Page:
We do our best to make sure our daughter does lots of art and play and sport outside of school - things that even Mrs Thatcher let us do in our infant school in the 1970s - but why not go somewhere that just encourages it from the get-go?

Posh hotel: the SAS Radisson Royal

Finland was the first place my husband and I went on holiday together, in 2001. It was also the first place we stayed in a properly posh hotel, as top-end business accommodation in Helsinki sells for half price in July and August, when all the Finns retreat to their summer houses. We had a fun few days exploring the capital and its waterfronts and gardens, and all of its architectural styles - the yellow and white palaces reminiscent of St Petersburg, its orthodox and unorthodox cathedrals, its modern art galleries and colourful art nouveau quarters, the fortress on the island of Suomenlinna and Saarinen's unusual granite railway station. We then caught the catamaran from the South Harbour over to beautiful Tallinn in Estonia for the second half of the week.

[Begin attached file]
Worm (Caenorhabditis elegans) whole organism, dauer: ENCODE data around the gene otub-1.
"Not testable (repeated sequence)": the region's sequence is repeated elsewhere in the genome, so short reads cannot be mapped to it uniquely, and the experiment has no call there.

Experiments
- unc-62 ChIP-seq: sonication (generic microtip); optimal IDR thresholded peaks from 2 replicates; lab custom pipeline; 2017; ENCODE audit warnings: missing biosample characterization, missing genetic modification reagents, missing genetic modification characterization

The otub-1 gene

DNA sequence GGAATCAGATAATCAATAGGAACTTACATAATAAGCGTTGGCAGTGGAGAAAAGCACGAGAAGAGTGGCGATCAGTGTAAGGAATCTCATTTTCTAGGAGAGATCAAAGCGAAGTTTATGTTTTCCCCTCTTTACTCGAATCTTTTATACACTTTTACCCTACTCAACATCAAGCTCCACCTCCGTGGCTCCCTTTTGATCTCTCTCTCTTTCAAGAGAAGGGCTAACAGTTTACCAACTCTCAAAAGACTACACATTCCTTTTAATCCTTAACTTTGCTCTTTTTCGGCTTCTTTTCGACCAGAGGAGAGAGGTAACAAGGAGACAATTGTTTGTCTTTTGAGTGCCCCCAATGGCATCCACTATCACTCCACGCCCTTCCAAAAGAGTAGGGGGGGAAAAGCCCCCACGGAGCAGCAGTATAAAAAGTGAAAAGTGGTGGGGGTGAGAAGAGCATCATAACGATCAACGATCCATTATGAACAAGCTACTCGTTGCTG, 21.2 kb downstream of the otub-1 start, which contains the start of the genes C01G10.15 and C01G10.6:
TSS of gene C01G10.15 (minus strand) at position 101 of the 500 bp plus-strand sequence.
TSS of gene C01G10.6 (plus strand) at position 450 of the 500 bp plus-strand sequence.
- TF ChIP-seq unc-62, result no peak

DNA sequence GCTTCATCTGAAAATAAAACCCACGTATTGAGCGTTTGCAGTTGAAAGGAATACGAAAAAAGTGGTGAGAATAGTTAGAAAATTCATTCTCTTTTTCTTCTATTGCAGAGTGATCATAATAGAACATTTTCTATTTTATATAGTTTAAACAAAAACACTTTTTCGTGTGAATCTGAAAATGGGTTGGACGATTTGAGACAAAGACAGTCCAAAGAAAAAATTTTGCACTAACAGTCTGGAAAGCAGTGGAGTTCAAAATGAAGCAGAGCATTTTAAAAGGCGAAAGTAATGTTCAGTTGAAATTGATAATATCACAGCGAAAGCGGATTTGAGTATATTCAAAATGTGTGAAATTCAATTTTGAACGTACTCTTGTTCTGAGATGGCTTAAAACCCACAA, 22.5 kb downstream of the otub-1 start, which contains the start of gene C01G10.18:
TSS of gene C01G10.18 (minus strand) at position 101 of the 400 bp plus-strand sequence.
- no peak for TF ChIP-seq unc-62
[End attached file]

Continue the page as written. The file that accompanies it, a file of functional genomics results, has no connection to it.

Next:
...and Unorthodox.

Railway station

Like St Petersburg

Art nouveau

Modern art gallery


Kaivopuisto Park

But I am not sure living so far north, with all that dark in winter and all that light in summer, wouldn't send me just a teensy bit mad.

So where else? Well, those school dinners in France were something else... Scallops, followed by lamb and couscous, followed by creme caramel. They even have a cheese course. How lovely to see kids tucking into a hunk of Camembert with not the red wax husk of a BabyBel or a Cheestring wrapper in sight. It's been much commented on that when they eat out, French kids just eat normal food, unlike their British counterparts, whom restaurants here expect to feed a rotation of fishfingers, beefburgers, chips and pasta in tomato sauce ad infinitum. Although our brats' fussiness seems to be infiltrating across the Channel these days - in Annecy last year it seemed every restaurant offered a menu enfant at vastly inferior gastro quality to the dishes on the a la carte.